By Jeff Brooks Gillies
More than a dozen devices broadcasting crucial water data from rivers across Michigan could soon be switched off as a result of projected state and federal budget cuts.
The U.S. Geological Survey’s network of 178 stream and lake gauges in Michigan most commonly measure the height and volume of water flowing through rivers. Some measure other aspects of water quality like temperature, water clarity and dissolved oxygen.
Live updates and old records from the gauges are freely available online. State and federal agencies rely on the data for flood forecasting and pollution permits. Paddlers and anglers use the gauges to ensure river conditions aren’t too wild before heading out for a day on the water.
As many as 31 gauges could be closed or downgraded to cheaper but less useful measurement tools at the start of the next fiscal year on Oct. 1, according to state and federal officials.
Operating a basic stream gauge costs around $15,700 per year, said Tom Weaver, chief of the USGS section that manages the gauges in Michigan. Those with advanced measurement tools can cost nearly twice as much. The Geological Survey splits the bill at many gauges with dozens of partners, including state agencies and local governments.
As many as 12 stream gauges co-funded by the Michigan Department of Environmental Quality could be closed or downgraded, Weaver said. The Michigan Department of Transportation plans to completely cut funding for its 15 gauges.
“These are mostly high-profile sites,” Weaver said of the MDOT gauges. “There’s a lot of scrambling going on right now.”
Those gauges include sites on the Grand, Kalamazoo, Flint and Jordan rivers. The gauge on the Grand River at Lansing was installed in 1901 and has logged data continuously since 1934.
Weaker flood forecasting
Losing gauges could cripple the National Weather Service’s ability to forecast flooding on those rivers, said Mark Walton, a hydrologist in the weather service’s Grand Rapids forecast office.
“It’s something we’re very concerned about,” Walton said. “Any time we lose any type of gauging station where we do forecasting, it makes our job real difficult to provide adequate lead time from a warning standpoint for flood issues.”
Though losing gauges won’t completely wipe out the weather service’s forecasting ability, the forecasts won’t offer as clear a picture, Walton said.
“We’ll be able to continue to say whether it’s going to flood or not flood,” he said. “But we won’t necessarily be able to tell them how deep the water’s going to get and how high flood waters are going to go.”
Several gauges that could lose funding are in the Lansing area on the Grand and Red Cedar rivers, an area historically prone to flooding.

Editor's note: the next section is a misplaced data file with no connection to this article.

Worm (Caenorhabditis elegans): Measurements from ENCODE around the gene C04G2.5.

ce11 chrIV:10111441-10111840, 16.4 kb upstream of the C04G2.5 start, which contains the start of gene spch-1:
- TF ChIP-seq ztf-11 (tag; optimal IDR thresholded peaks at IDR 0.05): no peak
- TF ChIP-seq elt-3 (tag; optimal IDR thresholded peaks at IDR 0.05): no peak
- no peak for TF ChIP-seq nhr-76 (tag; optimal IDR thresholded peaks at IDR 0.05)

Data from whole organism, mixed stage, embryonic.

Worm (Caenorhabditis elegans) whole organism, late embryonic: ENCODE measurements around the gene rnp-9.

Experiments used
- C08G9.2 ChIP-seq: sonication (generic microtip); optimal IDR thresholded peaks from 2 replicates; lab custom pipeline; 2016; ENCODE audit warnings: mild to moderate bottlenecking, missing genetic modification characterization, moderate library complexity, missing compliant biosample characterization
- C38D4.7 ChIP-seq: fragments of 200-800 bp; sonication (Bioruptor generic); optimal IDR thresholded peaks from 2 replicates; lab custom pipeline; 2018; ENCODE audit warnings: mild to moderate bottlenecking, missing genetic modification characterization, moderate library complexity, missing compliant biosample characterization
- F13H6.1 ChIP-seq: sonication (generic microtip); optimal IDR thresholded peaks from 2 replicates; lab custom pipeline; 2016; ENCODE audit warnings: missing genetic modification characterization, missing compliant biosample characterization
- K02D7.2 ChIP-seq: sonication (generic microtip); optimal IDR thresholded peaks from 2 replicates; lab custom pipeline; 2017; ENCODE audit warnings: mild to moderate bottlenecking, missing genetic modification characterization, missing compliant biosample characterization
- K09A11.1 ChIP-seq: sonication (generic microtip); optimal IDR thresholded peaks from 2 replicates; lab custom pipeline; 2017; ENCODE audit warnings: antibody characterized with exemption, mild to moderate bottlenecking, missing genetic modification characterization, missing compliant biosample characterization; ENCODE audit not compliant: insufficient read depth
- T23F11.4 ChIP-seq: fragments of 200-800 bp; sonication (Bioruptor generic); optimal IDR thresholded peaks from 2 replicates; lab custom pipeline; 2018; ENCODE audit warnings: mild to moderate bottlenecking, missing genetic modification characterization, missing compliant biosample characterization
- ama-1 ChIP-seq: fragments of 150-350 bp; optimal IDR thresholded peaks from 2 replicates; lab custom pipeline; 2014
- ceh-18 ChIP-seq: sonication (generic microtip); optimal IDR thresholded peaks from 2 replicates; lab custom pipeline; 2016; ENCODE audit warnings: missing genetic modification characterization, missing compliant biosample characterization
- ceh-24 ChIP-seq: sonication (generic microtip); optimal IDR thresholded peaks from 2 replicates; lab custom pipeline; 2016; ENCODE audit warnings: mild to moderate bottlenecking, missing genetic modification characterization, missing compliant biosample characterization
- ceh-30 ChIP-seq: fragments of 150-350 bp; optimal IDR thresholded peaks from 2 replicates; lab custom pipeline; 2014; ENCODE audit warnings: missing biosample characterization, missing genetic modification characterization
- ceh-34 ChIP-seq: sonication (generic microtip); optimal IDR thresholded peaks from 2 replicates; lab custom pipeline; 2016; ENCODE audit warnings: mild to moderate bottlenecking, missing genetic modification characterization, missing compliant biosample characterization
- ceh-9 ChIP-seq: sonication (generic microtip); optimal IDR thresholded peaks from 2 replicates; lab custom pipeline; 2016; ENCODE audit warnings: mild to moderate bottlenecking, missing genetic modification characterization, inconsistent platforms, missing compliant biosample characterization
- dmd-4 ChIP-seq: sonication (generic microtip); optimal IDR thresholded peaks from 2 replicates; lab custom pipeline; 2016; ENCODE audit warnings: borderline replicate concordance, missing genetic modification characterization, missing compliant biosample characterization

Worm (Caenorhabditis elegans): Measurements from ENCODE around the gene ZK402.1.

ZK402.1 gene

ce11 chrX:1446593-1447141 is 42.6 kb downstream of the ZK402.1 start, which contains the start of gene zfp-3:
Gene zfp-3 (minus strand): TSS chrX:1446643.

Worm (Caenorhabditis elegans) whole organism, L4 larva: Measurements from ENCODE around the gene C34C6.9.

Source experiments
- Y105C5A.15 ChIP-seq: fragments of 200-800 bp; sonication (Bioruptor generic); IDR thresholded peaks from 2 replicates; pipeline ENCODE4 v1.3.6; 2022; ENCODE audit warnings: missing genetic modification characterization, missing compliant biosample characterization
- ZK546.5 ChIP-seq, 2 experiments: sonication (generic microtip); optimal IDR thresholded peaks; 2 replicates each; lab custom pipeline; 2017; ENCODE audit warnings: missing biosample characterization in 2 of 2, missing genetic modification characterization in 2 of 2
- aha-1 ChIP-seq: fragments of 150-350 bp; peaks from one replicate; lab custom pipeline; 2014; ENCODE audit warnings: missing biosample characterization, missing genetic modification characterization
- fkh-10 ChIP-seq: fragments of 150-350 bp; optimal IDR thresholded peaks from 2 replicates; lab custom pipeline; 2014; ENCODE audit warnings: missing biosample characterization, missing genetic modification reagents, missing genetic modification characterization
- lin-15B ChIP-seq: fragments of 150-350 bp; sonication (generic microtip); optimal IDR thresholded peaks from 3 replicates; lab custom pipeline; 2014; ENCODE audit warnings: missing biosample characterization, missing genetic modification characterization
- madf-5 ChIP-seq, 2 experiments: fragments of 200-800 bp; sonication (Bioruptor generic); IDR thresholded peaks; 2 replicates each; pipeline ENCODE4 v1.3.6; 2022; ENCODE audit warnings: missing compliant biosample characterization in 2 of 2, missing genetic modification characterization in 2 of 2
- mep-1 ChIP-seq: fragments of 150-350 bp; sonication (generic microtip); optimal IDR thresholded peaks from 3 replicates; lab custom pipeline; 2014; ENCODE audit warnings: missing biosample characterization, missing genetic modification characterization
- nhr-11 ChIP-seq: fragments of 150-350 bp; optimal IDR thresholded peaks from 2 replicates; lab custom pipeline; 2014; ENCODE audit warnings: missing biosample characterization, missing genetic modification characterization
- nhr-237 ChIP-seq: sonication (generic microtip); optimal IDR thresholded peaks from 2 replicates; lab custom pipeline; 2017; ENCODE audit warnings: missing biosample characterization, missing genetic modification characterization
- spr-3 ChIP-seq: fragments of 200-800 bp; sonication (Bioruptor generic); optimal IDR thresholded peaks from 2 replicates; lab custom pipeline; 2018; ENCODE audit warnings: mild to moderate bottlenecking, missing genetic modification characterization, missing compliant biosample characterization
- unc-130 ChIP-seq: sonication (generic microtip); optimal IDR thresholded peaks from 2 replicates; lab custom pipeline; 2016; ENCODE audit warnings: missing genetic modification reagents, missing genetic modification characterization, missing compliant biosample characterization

“There are portions of that area that get flooding almost every year,” he said. “It may not be real major flooding, but they do get some high water.”
Making matters worse, Lansing has what Walton called “critical structures” vulnerable to flooding, like hospitals, electricity infrastructure and the Michigan State Police Department.
Floodplains and pollution permits
The DEQ uses gauge data to determine a river’s 100-year floodplain, said Dave Hamilton, chief of the agency’s Water Management Section. That’s the area around a river that would likely be covered by the highest level of flooding expected from a river every 100 years. Floodplain maps are important for flood insurance and building permits.
Additionally, any structures built in a river must be able to withstand a 100-year flood without backing up water and causing additional flooding upstream, Hamilton said.
The DEQ also uses the data to determine how much pollution facilities like wastewater treatment plants can safely dump into nearby streams.
“They have to treat water to the point that, even during an extreme drought, they’re not going to cause a water quality problem,” Hamilton said. “We use gauges to calculate what is an extreme drought condition at these locations.”
The cuts in the transportation department’s gauge funding aren’t yet a sure thing, said Jeff Cranson, the department’s director of communications. But a nationwide dearth in federal transportation funding likely means the department will need the $100,000 it now spends on gauges for roads and bridge inspection, he said.
The DEQ helps fund around 60 USGS stream gauges, Weaver said. The DEQ isn’t cutting gauge funding, but their contribution has stayed flat while gauge costs have increased. The USGS has been able to find enough money to make up the difference, but Weaver said projected federal budget cuts mean scaling back the number of gauges his agency funds with DEQ.
These won’t be the first gauges lost to budget cuts, but the outlook is increasingly gloomy for the scientists who maintain and rely on the data.
“It’s happened before and it’s always a struggle in tough economic times,” Walton said. “We always seem to manage to be able to juggle things to keep the ship afloat, but it’s getting harder and harder in today’s economy.”
Even though gauges have a tendency to come and go, Hamilton said the loss of a gauge is still a pain.
“I hate losing data,” he said. “Because once it’s gone, you don’t get it back.”